Sunday, September 18, 2011

Amazing Stories of Lost and Found

In my family there is a history of lost rings returning in the most improbable manner. It started with my mother's high school ring. It was lost in an unaccountable manner sometime between the time she placed it in her jewelry box for good and when she discovered it missing eight or ten years later. My little brother and I (mostly me) were blamed but it seems unlikely we could have lost it. Three and five was the oldest we could have possibly been, not even tall enough to reach the jewelry box. Then again, if I had been specifically told to stay out of something, that meant I would have certainly found a way to get into it.

Sometime after we had moved from the farm, the new tenants' teen-aged daughter found the ring in the garden mud. She had been wearing it for some time when her mother noticed. She recognized my mother's initials and the ring was returned. My mother was very happy, the teen-aged daughter was not very happy, but people were honest in those days, even if it hurt.

My mother was a hard working woman and always had her hands busy at something. She never took her wedding rings off and eventually the gold had worn so thin that it seemed safest to stop wearing them. My equally hard working father found the extra money to give her a simple gold band to replace those rings he had first placed on her hand as a poor young man just out of the Navy. Years later, the worn diamond rings disappeared in the same mysterious manner as the class ring. This time I was the prime and sole suspect but I have no memory of taking them. By then I was old enough to realize what they would have meant to my mother and I would have never disturbed anything of such great value to her. I felt almost as badly for the loss of the wedding rings as my mother must have felt.

My father died, and my mother remarried. We moved to Wichita and eventually the lost rings were no longer discussed. They were gone and nothing could be done about it. One day the phone rang. It was Grandma calling to say she had found one of my mother's rings. Early that morning when she was doing chores, something sparkling in the dirt caught her eye. It was dirty, twisted and bent, but Grandma recognized my mother's engagement ring. She and Grandpa scoured the area where that ring was found, but the matching wedding band was never found.

That lost and found ring has been in my possession for many years. Mom finally handed it down to me. It is almost worthless, with only a tiny single diamond and the thin gold twisted beyond repair but it is a treasure to me. I asked a jeweler to repair it several years ago. He straightened it as carefully as he could, but there is no question of the ring ever being worn again. It is too fragile. Nor should it ever be worn by anyone else. It was a gift from my father to my mother and she wore it every day of her married life until it was literally worn out. I have no idea how it came to be lost in the dirt of Grandpa's farm, or what power placed the sun, the tiny diamond and my grandmother in the exact positions for Grandma to notice it buried in the dirt. But something was responsible for so an improbable event.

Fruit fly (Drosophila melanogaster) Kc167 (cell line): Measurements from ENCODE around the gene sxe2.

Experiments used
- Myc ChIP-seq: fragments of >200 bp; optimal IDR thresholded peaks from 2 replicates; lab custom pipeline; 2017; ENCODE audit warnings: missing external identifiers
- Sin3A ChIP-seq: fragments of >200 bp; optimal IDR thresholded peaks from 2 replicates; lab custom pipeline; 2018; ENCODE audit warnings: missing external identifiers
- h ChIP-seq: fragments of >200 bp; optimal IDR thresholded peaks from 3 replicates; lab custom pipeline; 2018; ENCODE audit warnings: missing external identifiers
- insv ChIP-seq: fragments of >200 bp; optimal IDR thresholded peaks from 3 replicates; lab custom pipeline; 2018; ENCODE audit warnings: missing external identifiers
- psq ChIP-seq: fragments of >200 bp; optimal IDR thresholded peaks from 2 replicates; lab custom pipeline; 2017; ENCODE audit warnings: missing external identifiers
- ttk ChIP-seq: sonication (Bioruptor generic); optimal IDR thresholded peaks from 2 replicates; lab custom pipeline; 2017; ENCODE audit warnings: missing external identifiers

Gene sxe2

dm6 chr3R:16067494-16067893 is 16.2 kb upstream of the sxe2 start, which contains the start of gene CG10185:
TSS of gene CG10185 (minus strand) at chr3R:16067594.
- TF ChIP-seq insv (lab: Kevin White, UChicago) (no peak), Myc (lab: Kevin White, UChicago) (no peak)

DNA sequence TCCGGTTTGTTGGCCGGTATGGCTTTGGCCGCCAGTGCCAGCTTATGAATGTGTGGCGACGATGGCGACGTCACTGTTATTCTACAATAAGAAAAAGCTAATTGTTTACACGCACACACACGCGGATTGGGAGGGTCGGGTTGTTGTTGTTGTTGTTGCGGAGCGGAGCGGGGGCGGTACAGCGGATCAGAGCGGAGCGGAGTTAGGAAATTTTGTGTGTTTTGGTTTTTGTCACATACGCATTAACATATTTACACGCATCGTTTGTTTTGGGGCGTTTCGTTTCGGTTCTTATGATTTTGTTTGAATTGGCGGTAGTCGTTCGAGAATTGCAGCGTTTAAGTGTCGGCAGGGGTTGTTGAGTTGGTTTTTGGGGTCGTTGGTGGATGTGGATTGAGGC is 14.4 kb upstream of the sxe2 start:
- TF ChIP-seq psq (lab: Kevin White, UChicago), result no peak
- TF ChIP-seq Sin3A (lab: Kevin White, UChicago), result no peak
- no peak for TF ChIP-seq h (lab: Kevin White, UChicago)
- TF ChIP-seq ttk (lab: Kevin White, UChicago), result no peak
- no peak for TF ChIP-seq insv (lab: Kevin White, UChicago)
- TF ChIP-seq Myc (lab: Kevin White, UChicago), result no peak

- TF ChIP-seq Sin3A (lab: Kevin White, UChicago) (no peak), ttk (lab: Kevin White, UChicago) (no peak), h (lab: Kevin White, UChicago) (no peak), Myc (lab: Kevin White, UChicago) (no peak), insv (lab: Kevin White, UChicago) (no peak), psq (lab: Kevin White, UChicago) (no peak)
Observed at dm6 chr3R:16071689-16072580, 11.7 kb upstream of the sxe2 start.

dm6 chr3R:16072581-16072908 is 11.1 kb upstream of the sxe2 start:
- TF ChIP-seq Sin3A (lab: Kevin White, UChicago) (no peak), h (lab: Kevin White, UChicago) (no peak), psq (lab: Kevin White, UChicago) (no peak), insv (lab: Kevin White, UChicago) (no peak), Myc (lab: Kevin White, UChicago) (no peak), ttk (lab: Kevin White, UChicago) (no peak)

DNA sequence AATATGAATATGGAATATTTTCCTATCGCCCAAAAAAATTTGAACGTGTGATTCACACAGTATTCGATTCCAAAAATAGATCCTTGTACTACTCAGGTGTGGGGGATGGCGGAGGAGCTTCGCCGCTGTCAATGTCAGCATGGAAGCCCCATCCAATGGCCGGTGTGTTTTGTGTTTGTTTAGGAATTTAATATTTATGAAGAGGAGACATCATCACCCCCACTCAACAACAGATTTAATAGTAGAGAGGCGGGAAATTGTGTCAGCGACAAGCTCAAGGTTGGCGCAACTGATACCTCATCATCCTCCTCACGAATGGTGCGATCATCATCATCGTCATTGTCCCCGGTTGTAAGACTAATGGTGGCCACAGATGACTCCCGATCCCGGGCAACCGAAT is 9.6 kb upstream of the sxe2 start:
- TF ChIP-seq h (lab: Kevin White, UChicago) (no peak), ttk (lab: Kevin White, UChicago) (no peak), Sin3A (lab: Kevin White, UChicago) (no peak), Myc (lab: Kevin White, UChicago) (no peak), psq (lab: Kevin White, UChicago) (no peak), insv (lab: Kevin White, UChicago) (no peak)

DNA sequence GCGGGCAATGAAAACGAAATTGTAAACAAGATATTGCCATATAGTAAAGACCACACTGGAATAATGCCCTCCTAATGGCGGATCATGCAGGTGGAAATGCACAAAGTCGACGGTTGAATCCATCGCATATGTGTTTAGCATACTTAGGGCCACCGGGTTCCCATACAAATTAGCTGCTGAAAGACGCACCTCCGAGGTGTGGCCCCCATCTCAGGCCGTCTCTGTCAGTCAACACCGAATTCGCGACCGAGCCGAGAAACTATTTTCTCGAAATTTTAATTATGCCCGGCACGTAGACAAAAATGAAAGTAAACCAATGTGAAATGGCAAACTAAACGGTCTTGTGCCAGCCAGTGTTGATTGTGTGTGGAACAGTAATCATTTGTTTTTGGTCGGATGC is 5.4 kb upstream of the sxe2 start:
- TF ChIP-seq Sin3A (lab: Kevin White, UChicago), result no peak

Decades later, after my mother passed away, my stepfather gave my mother's wedding rings to me. They were much more expensive and substantial rings, with a large diamond surrounded by nine smaller diamonds set in white gold. Mom would never have been able to wear out those rings, no matter how hard she worked. I had the diamonds set in a new ring and asked the jeweler to create a pendant from the gold in the empty rings. It was a very beautiful design, a graceful arabesque set with one of Mom's small diamonds - a perfect match for my daughter.

I gave the pendant on a silver chain to my daughter just before she moved to Germany. She did not wear it on the plane ride to Frankfort, but carefully placed it in her luggage. By the time she unpacked in Germany, the necklace made from her grandmother's wedding rings had been lost. After an obsessive and repeated search through everything in every piece of luggage she had taken with her, after pulling the seams and shaking, and searching every single molecule of her luggage and all its contents repeatedly, my disappointed daughter had to admit the necklace was gone forever. It was either stolen or lost.

That same luggage traveled to Kansas and back to Germany and around much of Europe in the next couple of years. My son in law was sent to war in Iraq as a door gunner in an Black Hawk helicopter. He was working 18 hours a day, seven days a week on the flight line and flying missions. It was a difficult time for him, and for my daughter worrying about him.

Two and one half years after the necklace had been lost, my phone rang. It was my daughter calling from Germany. In a voice I hardly recognized, she fairly spat "Guess what." It was not even a question. My heart sank as I braced for the worst news possible.

"I found Gram's necklace!"

I was stunned into silence. That she was not calling with news of a helicopter crash was such a relief that I nearly fainted. Then the impossibility of what she was saying registered. Unbelievably, despite the thousands of miles of traveling and moving her household in Germany several times, the lost pendant had appeared as if by magic. She had found it lying on the floor at her feet, in the middle of the room. It could not have been there for very long or it would have been stepped on or vacuumed up. There is absolutely no reason or explanation for how it came to be there. My daughter believes it was a sign from her Grandmother telling her everything was going to be fine. It is as good an explanation as any.

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